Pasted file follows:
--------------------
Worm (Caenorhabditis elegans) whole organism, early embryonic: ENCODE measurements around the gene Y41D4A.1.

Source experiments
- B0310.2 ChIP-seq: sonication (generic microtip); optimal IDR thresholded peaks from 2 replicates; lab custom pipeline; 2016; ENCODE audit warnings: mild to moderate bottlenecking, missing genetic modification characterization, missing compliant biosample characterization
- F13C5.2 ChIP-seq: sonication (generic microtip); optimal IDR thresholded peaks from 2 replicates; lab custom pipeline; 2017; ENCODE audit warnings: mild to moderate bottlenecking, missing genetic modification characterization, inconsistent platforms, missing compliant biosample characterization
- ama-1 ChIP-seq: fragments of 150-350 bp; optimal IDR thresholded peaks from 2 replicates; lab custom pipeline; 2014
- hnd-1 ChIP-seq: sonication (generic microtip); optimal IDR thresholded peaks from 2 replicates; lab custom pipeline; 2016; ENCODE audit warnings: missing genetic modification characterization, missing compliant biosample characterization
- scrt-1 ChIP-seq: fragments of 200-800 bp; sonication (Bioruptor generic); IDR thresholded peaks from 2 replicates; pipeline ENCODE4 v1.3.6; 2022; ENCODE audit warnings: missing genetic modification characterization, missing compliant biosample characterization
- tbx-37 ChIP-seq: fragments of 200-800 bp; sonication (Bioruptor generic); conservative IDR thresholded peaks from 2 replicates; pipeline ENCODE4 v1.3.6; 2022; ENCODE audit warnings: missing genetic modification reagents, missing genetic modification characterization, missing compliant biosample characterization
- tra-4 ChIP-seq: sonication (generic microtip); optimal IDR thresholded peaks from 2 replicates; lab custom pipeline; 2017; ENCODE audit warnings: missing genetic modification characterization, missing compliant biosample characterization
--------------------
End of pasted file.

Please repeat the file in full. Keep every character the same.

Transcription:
Worm (Caenorhabditis elegans) whole organism, early embryonic: ENCODE measurements around the gene Y41D4A.1.

Source experiments
- B0310.2 ChIP-seq: sonication (generic microtip); optimal IDR thresholded peaks from 2 replicates; lab custom pipeline; 2016; ENCODE audit warnings: mild to moderate bottlenecking, missing genetic modification characterization, missing compliant biosample characterization
- F13C5.2 ChIP-seq: sonication (generic microtip); optimal IDR thresholded peaks from 2 replicates; lab custom pipeline; 2017; ENCODE audit warnings: mild to moderate bottlenecking, missing genetic modification characterization, inconsistent platforms, missing compliant biosample characterization
- ama-1 ChIP-seq: fragments of 150-350 bp; optimal IDR thresholded peaks from 2 replicates; lab custom pipeline; 2014
- hnd-1 ChIP-seq: sonication (generic microtip); optimal IDR thresholded peaks from 2 replicates; lab custom pipeline; 2016; ENCODE audit warnings: missing genetic modification characterization, missing compliant biosample characterization
- scrt-1 ChIP-seq: fragments of 200-800 bp; sonication (Bioruptor generic); IDR thresholded peaks from 2 replicates; pipeline ENCODE4 v1.3.6; 2022; ENCODE audit warnings: missing genetic modification characterization, missing compliant biosample characterization
- tbx-37 ChIP-seq: fragments of 200-800 bp; sonication (Bioruptor generic); conservative IDR thresholded peaks from 2 replicates; pipeline ENCODE4 v1.3.6; 2022; ENCODE audit warnings: missing genetic modification reagents, missing genetic modification characterization, missing compliant biosample characterization
- tra-4 ChIP-seq: sonication (generic microtip); optimal IDR thresholded peaks from 2 replicates; lab custom pipeline; 2017; ENCODE audit warnings: missing genetic modification characterization, missing compliant biosample characterization